“In a letter Friday, the White House reiterated its view that the FCC should move ahead with its reclassification plans despite the Republican bill. ‘As technology continues to evolve, and uses of it continue to increase, the FCC needs the right balance of flexibility and strong authorities to promote competition and access,’ Katie Beirne Fallon, the White House director of legislative affairs, told Thune in the letter. ‘Equally vital is the FCC’s ability to enforce, interpret, and flexibly apply, the principles of an open Internet.’”


Given the numerous high profile breaches in the last year, including the recent Sony hack, President Obama will outline legislative proposals and executive action.  He will likely urge Congress to pass legislation designed to increase information sharing between the private sector and the government, modernize federal cybercrime statutes, and create federal standard for how companies notify customers of data breaches.  Included among these goals are a White House Cybersecurity Summit, and an executive action that will direct the Department of Homeland Security to promote the development of private sector cyber-threat Information Sharing and Analysis Organizations.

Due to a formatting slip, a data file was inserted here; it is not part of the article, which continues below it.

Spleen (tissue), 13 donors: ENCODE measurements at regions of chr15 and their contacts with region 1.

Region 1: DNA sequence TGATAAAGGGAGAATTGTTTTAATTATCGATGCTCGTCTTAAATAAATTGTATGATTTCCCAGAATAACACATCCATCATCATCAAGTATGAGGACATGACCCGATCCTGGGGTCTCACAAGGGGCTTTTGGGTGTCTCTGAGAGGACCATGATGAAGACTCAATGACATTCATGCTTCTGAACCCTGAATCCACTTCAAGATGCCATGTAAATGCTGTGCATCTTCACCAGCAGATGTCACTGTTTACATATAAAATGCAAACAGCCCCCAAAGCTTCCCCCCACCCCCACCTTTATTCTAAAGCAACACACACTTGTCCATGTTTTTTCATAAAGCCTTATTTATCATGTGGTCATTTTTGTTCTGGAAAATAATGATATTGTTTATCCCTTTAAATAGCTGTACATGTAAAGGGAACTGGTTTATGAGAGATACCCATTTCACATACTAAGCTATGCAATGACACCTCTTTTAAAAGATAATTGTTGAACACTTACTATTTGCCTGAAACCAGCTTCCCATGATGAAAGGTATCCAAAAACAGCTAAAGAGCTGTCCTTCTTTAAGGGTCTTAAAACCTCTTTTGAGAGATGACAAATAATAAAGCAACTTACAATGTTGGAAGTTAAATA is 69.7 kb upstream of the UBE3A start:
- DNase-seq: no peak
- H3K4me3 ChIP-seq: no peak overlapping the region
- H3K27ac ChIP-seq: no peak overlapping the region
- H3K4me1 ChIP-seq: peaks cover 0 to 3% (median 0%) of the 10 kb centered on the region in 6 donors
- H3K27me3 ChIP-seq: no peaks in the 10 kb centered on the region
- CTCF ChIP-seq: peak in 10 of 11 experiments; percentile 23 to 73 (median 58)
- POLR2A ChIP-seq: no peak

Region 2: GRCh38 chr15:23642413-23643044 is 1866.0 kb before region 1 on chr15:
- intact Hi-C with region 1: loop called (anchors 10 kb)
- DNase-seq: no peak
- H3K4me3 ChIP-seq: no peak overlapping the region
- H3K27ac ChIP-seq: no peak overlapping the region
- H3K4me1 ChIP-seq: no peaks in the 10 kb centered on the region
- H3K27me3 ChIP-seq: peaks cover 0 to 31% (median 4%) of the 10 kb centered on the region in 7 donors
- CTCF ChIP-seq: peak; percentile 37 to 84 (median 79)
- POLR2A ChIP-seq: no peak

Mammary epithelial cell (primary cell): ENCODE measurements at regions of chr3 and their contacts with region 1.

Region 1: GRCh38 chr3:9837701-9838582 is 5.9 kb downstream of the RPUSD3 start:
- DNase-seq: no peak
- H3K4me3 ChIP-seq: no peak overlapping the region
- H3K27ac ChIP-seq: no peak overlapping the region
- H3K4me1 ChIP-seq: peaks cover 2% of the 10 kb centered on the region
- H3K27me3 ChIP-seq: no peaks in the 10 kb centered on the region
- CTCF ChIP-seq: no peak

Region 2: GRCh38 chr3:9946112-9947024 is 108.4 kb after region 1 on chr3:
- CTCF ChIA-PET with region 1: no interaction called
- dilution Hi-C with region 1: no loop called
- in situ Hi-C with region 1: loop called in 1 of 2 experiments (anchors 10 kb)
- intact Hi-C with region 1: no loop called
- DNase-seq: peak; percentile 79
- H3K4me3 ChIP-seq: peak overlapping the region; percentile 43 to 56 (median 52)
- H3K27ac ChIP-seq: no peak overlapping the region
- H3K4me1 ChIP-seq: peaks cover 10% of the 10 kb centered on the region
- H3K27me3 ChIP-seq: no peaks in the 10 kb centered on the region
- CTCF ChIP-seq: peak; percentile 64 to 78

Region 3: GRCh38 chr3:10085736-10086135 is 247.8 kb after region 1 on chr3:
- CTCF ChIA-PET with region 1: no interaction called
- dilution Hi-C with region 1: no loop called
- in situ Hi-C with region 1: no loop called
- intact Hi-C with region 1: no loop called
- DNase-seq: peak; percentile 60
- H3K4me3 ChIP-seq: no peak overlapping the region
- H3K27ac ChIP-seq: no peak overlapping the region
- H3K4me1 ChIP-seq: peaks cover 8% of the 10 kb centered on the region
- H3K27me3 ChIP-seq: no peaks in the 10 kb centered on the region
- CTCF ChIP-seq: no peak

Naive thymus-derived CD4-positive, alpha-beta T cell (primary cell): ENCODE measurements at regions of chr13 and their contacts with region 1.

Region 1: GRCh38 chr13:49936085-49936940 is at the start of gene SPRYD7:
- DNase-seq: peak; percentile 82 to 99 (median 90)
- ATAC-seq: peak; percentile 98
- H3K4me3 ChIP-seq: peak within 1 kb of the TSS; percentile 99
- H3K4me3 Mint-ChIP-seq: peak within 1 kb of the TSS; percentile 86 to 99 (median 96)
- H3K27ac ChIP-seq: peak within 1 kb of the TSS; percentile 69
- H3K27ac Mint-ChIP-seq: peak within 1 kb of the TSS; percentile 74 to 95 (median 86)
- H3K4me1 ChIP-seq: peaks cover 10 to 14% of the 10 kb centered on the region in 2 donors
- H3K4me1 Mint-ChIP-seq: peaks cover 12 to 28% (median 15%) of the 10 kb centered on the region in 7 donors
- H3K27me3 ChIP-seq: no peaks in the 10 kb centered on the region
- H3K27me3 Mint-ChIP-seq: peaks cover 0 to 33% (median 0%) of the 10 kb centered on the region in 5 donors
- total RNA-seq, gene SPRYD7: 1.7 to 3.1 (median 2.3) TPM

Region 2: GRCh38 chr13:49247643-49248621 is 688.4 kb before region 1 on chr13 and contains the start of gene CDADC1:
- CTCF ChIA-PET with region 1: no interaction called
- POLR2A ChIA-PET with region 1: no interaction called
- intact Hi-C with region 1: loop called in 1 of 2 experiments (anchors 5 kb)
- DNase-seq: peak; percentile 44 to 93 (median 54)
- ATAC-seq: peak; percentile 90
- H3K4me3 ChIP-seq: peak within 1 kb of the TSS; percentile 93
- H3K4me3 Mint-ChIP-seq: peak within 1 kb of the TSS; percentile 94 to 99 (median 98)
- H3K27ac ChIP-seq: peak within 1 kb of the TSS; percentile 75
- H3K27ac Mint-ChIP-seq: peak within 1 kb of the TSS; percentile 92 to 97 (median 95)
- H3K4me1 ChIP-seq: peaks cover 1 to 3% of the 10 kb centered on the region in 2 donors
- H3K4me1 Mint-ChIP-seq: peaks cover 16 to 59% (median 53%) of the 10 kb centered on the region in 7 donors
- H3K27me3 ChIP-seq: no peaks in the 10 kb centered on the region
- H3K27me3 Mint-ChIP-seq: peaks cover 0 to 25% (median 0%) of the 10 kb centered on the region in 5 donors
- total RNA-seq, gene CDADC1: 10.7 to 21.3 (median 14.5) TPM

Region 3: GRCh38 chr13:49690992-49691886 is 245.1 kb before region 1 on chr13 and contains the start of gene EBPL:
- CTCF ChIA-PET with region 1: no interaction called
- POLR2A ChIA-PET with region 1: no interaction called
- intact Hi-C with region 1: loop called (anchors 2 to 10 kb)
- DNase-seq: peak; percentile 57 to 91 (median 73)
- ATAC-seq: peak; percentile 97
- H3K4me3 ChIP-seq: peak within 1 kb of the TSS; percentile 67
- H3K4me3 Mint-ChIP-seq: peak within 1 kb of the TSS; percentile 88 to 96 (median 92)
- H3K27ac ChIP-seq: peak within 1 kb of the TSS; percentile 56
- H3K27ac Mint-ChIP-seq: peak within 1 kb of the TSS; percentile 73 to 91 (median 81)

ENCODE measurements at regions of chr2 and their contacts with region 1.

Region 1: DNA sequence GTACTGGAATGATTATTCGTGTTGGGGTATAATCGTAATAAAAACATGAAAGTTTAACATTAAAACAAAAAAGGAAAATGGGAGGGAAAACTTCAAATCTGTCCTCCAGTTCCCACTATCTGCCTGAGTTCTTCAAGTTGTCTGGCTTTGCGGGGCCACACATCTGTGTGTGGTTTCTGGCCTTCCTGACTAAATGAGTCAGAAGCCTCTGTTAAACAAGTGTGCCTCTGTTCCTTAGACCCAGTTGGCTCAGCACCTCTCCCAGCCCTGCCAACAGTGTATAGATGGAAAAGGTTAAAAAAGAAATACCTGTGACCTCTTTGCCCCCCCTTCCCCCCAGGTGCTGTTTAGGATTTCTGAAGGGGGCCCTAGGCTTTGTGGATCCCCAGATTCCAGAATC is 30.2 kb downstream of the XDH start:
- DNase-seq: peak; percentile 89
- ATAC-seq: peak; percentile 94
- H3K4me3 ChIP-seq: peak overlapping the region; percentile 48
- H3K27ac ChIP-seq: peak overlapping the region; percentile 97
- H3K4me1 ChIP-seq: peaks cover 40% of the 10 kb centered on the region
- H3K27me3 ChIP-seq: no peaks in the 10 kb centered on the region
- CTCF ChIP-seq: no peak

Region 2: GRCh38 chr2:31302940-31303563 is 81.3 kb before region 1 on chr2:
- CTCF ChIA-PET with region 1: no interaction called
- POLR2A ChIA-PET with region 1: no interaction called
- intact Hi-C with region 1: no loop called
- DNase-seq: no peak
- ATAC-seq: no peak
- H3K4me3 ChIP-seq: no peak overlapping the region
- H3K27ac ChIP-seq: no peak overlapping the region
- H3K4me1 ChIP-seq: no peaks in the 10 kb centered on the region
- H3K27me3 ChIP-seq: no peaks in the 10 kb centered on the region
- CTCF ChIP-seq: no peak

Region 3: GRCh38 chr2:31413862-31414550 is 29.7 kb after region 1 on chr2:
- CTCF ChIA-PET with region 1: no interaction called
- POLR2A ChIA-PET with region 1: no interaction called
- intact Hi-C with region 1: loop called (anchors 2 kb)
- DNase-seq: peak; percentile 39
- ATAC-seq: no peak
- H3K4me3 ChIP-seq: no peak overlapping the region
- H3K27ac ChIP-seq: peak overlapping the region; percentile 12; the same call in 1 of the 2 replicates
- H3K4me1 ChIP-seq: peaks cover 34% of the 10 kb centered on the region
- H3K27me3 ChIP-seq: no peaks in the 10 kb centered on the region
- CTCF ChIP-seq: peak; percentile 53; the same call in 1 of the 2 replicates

The true impact of these initiatives lies in the details of the legislative proposals and the guidelines that ultimately result from the President’s executive actions, but they provide a good indication that the Administration intends for Congress to address digital threats to America’s economic and critical infrastructure early in the 114th Congress.